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The story behind #WeMatterMessiah: Part Two

Maddie Crocenzi
Editor-in-Chief

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One of the three silent demonstrations by the #WeMatterMessiah movement. Photo Credit: Owen McCullum.

In a series of six demonstrations held between November 17 and  December 1, a self-proclaimed movement called #WeMatterMessiah sparked widespread emotions after a tumultuous election.

The movement is under direction of the Multicultural Council which is made up of leaders from African Student Union (ASU), Asian Student Association (ASA), Black Student Union (BSU), International Student Association/Missionary Kids (ISA/MuKappa), and La Alianza Latina (LAL). Along with Multicultural Council, several other student leaders—including representatives from the Allies and SAB– have supported the movement.

“This is not an organization,” said Multicultural Council Chair Jamie-Claire Chau. “It’s not an event, it’s not anything concrete. We call it a movement. We’re trying to push the campus. To be different. To move.”

The movement began after the election when more people, specifically underrepresented groups, felt unsafe after Donald Trump was selected president-elect. Abigail McBride, SAB’s cultural engagement executive, started a group chat with some students on-campus after the election to talk about their concerns. The conversation eventually turned into an idea for various types of demonstrations.

“It was kind of random just based on people that I knew who were interested,” McBride explained. “Basically some of the groups are Multicultural Council, BSU, LAL, Human Rights Awareness (HRA) with Agape, Messiah College Allies, and we’ve had multiple people from Messiah College Democrats.”

While the voices within the movement come from different groups, their message is the same: we matter.

“We wanted to stand up for minorities’ worth here,” Messiah College Allies leader Anna Cherry said. “And if that’s a little abrasive to some people that’s ok, because that’s how social change happens. It’s a bold stance against a culture that is telling LGBT people that they are not valuable.”

Many who are not part of an underrepresented group stood with those who were during the protests. McBride chose to identify as an ally, which she says is linked to her faith.

“It’s the most spiritual thing I’ve ever done here. I’m a senior here and being at Messiah has really taught me that my faith is inherently linked with social justice. There is no separation there, I don’t get to back out of issues. I’m a Christian, I have to be there. This was one of the first times in my life I’ve truly lived up to that.”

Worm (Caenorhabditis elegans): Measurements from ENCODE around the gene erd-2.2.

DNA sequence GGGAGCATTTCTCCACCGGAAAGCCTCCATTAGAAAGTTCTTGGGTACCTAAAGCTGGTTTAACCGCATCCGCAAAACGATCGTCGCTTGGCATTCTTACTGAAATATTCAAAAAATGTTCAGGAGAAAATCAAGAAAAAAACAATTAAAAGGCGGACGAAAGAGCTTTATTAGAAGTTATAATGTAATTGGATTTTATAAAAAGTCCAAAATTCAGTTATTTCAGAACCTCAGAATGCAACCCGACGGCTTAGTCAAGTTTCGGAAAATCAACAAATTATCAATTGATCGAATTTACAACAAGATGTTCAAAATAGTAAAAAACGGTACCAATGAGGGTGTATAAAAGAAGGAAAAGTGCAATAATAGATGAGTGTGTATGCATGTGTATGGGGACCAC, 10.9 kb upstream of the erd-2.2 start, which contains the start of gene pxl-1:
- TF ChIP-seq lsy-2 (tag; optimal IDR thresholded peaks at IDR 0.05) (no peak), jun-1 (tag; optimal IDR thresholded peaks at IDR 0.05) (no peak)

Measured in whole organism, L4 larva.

Standing in solidarity with the oppressed is one of the themes of the movement. “You relate to other people with pain and storytelling,” Melissa Veras, who is involved in LAL said. “We’ve been given the platform and we need to make sure our students feel empowered to use it.”

While the demonstrations have empowered students to bring their concerns into a public arena, it has also prompted students to come forward with questions.

“After our first demonstration, a lot of people have sent emails saying ‘I want to join. Can you explain so I can care? How can I care? How can I bring change? How can I make a difference?’” Chau said. “I think it’s good that they reached out,” she added.

On the other hand, students within the movement say they have witnessed others become visibly uncomfortable by the demonstrations. “We want people to say what they really truly think about what we’re doing,” McBride said. “It’s really okay to have a different opinion. The whole point is to open up the conversation.”

“It’s been good for the tables to be kind of turned a little bit and have the majority be a little uncomfortable, because that how a lot of minority students have to feel all of the time and we have to process that and deal with that on a regular basis,” Messiah College Allies leader Sydney Wilcox said.

Despite different reactions to the protests, the feeling of shared community is a sentiment echoed among leaders of the movement. Although the movement is made up of different groups that stand for various issues, each protest ends with the leader calling out “we matter fam,” uniting the group as one.

“These demonstrations are fundamentally an expression of suffering,” McBride explained. “Fundamentally it’s about a culture in which people suffer. This is about building that community. We share it as if it were our own.”

That shared community, in which suffering is acknowledged, is something they want the whole campus to experience – whether a student comes to the table as a majority, a minority, or an ally.

Chau expressed the overarching goal of the movement in one simple sentence: “Our goal is to empower those who have that spark in them to fuel the fire.”

 

A public forum was held last night to discuss questions about the movement. Look for details of where the movement might be headed in the future in our third installment of the #WeMatterMessiah series tomorrow.  You can also read part one of the three part series here.

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